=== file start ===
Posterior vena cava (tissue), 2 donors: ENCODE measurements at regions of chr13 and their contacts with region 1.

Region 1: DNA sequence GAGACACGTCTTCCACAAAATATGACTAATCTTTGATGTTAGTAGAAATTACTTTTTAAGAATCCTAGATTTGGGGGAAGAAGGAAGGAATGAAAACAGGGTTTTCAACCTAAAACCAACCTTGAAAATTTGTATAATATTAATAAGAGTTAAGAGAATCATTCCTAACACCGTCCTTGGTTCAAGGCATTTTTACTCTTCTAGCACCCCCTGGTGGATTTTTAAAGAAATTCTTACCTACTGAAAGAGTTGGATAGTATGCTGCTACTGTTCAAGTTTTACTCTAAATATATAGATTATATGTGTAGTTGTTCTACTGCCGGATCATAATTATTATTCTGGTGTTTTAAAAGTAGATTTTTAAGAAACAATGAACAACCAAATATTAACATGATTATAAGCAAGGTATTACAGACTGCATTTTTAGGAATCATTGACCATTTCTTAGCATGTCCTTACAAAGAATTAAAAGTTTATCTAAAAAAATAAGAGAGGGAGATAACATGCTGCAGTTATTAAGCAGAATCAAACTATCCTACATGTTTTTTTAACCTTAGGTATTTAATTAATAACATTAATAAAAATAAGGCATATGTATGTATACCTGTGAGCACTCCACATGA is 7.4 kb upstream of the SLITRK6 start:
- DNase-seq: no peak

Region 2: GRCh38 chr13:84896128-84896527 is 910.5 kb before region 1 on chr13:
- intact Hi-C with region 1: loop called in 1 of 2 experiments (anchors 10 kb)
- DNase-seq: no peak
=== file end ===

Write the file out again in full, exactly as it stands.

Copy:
Posterior vena cava (tissue), 2 donors: ENCODE measurements at regions of chr13 and their contacts with region 1.

Region 1: DNA sequence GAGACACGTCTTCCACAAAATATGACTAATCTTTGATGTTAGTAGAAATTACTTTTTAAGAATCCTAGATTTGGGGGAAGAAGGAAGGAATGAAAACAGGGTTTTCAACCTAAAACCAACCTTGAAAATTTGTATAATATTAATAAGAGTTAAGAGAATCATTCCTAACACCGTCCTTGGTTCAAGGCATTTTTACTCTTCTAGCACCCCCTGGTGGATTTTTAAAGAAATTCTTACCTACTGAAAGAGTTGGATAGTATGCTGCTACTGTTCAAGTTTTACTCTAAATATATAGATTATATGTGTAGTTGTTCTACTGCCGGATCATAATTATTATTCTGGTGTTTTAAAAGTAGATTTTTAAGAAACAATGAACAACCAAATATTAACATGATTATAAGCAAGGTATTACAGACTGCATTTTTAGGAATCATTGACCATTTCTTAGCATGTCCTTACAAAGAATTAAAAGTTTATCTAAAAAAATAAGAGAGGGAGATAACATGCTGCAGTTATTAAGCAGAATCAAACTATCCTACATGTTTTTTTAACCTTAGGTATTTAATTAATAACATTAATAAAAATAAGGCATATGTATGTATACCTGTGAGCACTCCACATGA is 7.4 kb upstream of the SLITRK6 start:
- DNase-seq: no peak

Region 2: GRCh38 chr13:84896128-84896527 is 910.5 kb before region 1 on chr13:
- intact Hi-C with region 1: loop called in 1 of 2 experiments (anchors 10 kb)
- DNase-seq: no peak